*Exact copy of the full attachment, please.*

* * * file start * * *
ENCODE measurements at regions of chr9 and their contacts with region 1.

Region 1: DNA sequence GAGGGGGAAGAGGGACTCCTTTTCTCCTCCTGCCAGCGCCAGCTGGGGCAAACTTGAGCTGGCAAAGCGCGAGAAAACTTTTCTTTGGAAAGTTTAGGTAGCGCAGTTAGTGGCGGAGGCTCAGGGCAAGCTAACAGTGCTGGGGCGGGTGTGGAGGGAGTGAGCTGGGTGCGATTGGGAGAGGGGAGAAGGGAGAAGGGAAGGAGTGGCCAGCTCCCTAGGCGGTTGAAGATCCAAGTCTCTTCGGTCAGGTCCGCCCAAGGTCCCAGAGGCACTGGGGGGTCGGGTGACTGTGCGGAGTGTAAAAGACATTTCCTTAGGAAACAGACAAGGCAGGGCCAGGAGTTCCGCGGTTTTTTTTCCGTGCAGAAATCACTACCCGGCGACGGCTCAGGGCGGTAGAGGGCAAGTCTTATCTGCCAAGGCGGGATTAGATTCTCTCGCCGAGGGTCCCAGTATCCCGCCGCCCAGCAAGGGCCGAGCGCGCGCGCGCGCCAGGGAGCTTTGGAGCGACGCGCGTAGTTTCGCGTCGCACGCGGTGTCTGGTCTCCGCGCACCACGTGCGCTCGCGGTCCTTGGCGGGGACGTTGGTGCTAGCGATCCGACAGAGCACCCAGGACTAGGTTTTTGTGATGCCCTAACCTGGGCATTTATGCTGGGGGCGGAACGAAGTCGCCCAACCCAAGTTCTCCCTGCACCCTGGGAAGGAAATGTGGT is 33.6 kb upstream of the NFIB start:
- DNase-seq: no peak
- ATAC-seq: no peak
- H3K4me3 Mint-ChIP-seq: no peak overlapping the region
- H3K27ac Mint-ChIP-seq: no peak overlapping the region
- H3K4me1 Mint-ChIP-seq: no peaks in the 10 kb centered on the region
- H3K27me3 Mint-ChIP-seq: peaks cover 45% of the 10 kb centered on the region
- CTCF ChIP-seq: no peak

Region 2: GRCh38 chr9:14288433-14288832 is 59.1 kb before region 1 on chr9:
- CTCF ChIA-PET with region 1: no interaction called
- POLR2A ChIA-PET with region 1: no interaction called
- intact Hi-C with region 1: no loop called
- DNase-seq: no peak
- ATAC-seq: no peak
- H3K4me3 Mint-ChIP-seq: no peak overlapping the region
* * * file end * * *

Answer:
ENCODE measurements at regions of chr9 and their contacts with region 1.

Region 1: DNA sequence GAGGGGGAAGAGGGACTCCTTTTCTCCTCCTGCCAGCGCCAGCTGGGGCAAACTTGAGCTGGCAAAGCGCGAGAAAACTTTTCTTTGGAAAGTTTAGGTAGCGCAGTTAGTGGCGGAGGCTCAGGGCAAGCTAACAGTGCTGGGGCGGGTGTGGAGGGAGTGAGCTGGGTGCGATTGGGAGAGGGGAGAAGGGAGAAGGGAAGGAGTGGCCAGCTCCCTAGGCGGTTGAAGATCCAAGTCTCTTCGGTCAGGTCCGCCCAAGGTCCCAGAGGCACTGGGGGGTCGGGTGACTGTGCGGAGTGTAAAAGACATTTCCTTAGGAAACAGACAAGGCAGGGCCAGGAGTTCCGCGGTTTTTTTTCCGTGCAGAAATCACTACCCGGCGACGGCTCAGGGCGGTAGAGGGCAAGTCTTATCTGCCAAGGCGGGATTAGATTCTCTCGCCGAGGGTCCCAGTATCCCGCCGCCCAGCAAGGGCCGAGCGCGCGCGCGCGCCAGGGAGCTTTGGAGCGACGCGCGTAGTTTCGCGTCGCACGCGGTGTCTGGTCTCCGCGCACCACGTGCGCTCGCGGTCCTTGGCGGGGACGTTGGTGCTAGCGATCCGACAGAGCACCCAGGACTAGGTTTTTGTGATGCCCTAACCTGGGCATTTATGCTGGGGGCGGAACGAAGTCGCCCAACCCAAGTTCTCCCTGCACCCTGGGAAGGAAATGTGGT is 33.6 kb upstream of the NFIB start:
- DNase-seq: no peak
- ATAC-seq: no peak
- H3K4me3 Mint-ChIP-seq: no peak overlapping the region
- H3K27ac Mint-ChIP-seq: no peak overlapping the region
- H3K4me1 Mint-ChIP-seq: no peaks in the 10 kb centered on the region
- H3K27me3 Mint-ChIP-seq: peaks cover 45% of the 10 kb centered on the region
- CTCF ChIP-seq: no peak

Region 2: GRCh38 chr9:14288433-14288832 is 59.1 kb before region 1 on chr9:
- CTCF ChIA-PET with region 1: no interaction called
- POLR2A ChIA-PET with region 1: no interaction called
- intact Hi-C with region 1: no loop called
- DNase-seq: no peak
- ATAC-seq: no peak
- H3K4me3 Mint-ChIP-seq: no peak overlapping the region